During the 1960s, many babies were born deaf as a result of maternal rubella epidemics. Deaf units were opened in schools around the country so children could receive special education closer to home. Many children in this period moved between a deaf unit at primary school level and then a residential deaf high school where they shared signs with teenage peers.

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New Zealand Prime Minister Ardern Signs In Nzsl To Celebrate Nzsl Week

The Prime Minister of New Zealand, Jacinda Ardern, used New Zealand Sign Language in a video to recognize and celebrate NZSL Week. The video was posted by an organization, Deaf Aotearoa.

Its a nice display of respect for NZSL from the countrys leader, who won the worlds respect and admiration for her leadership in response to the Christchurch attacks. She regularly gives press conferees with a NZSL interpreter and the ripple effects of her example has reached lawmakers around the world. Last week a Canadian senator said she noticed the NZSL interpreter during a testimony on ASL/LSQ recognition. Theres a global impact.

The President of Deaf Aotearoa, Oliver Ferguson, said they work closely with the NZ government to advocate for improved access and services for Deaf people, which includes raising awareness of NZSL, changing attitudes, and removing barriers.

He explained a bit of history and context behind the week.

“Deaf Aotearoa established NZSL Week in 2007 and initially funded this via a mix of charity grants and public money. In the last few years NZSL Week has been funded by the Governments NZSL Board annual funding allocation and the Ministry of Education. As NZSL is an official language of New Zealand, Deaf Aotearoa believe NZSL Week should receive ongoing and permanent funding, similarly to Maori Language Week funding.]

Thank you for sharing, Oliver.

Clip of PM Ardern:

More info on Deaf Aotearoa:

Acceptance Of Signing In Deaf Education

During the 1970s, parents, deaf people and some education professionals became dissatisfied with the poor outcomes resulting from focusing on speech training at the expense of communication, learning and self-esteem. Following their lobbying of education authorities, a system called Australasian Signed English was introduced in 1979 as part of a new American approach called Total Communication, in which signing was combined with speaking. Although this was an artificial method of signing, it gave deaf children and teachers permission to communicate with signs an added visual support for learning spoken and written language.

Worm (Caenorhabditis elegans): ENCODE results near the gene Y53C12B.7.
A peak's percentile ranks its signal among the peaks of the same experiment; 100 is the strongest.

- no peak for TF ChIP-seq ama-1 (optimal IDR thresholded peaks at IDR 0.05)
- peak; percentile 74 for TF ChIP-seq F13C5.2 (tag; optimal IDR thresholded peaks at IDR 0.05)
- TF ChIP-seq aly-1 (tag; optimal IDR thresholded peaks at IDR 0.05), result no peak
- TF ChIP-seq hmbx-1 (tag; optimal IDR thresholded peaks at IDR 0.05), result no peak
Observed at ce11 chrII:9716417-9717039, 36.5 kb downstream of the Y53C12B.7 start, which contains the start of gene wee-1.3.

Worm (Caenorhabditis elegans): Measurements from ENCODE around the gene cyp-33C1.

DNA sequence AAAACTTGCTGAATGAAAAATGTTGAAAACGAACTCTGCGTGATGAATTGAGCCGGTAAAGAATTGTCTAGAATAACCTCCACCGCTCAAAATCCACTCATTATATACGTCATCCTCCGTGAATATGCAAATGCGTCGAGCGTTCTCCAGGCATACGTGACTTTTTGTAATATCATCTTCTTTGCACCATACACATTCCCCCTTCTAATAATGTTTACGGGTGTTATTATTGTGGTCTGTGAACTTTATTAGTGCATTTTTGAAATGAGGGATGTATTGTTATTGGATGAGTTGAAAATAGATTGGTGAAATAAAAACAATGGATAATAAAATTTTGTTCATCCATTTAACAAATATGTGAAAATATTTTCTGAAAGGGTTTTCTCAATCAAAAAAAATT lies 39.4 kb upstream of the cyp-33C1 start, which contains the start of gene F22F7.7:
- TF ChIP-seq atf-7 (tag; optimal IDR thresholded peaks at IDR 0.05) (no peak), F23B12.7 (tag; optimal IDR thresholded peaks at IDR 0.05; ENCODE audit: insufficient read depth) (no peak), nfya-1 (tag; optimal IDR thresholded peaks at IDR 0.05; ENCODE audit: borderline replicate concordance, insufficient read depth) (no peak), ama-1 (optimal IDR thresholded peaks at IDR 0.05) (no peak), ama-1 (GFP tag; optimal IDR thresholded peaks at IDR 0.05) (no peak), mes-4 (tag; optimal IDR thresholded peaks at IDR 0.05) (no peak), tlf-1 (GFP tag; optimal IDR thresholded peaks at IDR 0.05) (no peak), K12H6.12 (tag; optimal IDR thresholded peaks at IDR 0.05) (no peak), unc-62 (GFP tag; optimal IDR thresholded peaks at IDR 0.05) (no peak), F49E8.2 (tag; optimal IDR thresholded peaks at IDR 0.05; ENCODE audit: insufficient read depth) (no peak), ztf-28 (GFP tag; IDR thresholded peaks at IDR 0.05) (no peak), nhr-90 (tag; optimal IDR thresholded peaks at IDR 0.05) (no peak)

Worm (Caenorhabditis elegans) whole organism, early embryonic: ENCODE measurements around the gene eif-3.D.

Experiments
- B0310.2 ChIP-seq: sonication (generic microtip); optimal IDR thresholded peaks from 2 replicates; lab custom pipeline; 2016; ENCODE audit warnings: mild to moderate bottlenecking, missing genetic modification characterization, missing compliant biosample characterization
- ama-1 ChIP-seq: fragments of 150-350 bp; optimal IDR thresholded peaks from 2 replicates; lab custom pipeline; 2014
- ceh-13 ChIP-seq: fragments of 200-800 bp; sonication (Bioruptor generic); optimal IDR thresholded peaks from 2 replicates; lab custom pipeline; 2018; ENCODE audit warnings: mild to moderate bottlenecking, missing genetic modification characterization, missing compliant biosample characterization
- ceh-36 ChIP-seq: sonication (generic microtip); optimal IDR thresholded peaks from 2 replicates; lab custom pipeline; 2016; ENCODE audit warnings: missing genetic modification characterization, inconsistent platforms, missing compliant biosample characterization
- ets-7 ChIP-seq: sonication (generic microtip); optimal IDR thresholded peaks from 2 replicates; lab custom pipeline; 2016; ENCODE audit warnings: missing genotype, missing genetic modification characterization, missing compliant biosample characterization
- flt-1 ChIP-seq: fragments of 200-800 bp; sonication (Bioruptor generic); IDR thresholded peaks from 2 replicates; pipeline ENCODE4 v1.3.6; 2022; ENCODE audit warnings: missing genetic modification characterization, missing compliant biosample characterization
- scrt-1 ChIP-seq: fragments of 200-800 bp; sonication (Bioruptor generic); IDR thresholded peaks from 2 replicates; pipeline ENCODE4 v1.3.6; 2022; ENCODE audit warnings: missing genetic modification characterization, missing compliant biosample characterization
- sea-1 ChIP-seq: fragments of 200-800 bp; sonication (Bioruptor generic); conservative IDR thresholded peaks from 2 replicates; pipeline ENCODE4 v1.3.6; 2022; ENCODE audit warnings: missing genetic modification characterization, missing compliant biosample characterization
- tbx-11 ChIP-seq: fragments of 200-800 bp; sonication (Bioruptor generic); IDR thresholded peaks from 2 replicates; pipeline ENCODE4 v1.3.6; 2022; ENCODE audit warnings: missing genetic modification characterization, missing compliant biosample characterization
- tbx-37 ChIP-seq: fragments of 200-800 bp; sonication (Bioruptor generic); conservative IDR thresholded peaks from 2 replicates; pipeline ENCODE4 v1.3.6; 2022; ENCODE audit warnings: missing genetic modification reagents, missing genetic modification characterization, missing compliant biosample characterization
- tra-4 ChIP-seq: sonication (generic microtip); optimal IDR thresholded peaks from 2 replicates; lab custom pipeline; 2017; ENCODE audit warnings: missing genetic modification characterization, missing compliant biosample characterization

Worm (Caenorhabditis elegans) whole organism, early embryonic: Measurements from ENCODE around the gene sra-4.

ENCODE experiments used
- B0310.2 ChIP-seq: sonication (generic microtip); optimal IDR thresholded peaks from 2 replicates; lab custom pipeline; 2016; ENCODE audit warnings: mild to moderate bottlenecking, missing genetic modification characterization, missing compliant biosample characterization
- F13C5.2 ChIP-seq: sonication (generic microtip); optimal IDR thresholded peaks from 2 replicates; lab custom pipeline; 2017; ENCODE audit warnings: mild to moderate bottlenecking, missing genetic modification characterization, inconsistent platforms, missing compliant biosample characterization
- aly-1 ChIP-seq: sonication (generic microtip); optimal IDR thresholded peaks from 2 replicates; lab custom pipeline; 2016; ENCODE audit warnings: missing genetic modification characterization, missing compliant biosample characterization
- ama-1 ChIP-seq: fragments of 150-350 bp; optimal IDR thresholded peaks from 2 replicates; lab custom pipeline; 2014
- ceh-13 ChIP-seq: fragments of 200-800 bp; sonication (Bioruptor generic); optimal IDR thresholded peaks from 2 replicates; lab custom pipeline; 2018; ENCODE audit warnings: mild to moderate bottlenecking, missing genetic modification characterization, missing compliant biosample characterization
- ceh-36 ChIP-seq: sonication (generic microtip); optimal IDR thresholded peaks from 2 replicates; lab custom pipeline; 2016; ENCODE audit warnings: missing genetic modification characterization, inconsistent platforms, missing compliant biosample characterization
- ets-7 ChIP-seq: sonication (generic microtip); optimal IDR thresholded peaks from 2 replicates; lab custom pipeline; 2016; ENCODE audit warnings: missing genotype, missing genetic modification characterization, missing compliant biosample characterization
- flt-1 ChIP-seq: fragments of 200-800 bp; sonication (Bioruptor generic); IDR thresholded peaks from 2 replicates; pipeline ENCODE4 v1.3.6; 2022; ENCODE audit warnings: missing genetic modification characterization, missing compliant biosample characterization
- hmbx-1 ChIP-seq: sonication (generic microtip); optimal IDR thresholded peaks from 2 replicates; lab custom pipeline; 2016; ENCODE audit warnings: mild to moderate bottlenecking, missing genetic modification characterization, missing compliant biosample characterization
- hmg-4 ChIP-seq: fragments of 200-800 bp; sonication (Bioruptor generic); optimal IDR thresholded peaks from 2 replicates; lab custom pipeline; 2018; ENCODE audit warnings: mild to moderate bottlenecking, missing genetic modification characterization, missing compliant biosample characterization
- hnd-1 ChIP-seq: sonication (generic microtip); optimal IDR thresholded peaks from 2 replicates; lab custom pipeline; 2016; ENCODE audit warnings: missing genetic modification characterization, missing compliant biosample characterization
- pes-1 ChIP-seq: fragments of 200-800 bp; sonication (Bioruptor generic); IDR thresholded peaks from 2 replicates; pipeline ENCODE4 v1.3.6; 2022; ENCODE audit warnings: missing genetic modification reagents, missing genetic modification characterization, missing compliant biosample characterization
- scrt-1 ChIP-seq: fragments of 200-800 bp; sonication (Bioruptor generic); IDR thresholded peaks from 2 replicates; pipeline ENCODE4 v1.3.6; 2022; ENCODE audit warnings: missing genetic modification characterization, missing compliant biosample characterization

As it was generally believed in the 1970s that deaf adults in New Zealand had no local sign language, Australasian Signed English consisted mainly of Auslan signs. These soon spread into the adult community, expanding the lexicon and replacing some traditional NZSL signs some early New Zealand signs are now used only by a few older people. This intervention increased the similarity between modern NZSL and Auslan, although they remain distinct varieties. Deaf schools were important settings for the development and transmission of NZSL, which was formally accepted as a language in education in the early 1990s.

Angela Murray, NZSL interpreter, working in a mainstream classroom with a deaf student. Fairfax Media.

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How Can I Learn New Zealand Sign Language

There are several online resources you can use to learn NZSL.

Learn New Zealand Sign Language This site offers an online course to do at your own pace.NZSL4U Learn New Zealand sign language in person or onlineUsign Classes run by NZSL tutor in peron or online, 1-on-1 or in groups.The Online Dictionary of New Zealand Sign Language On this site, you can search by English or te reo words to find NZSL signs and example sentences, as well as how to finger spell and use numbers.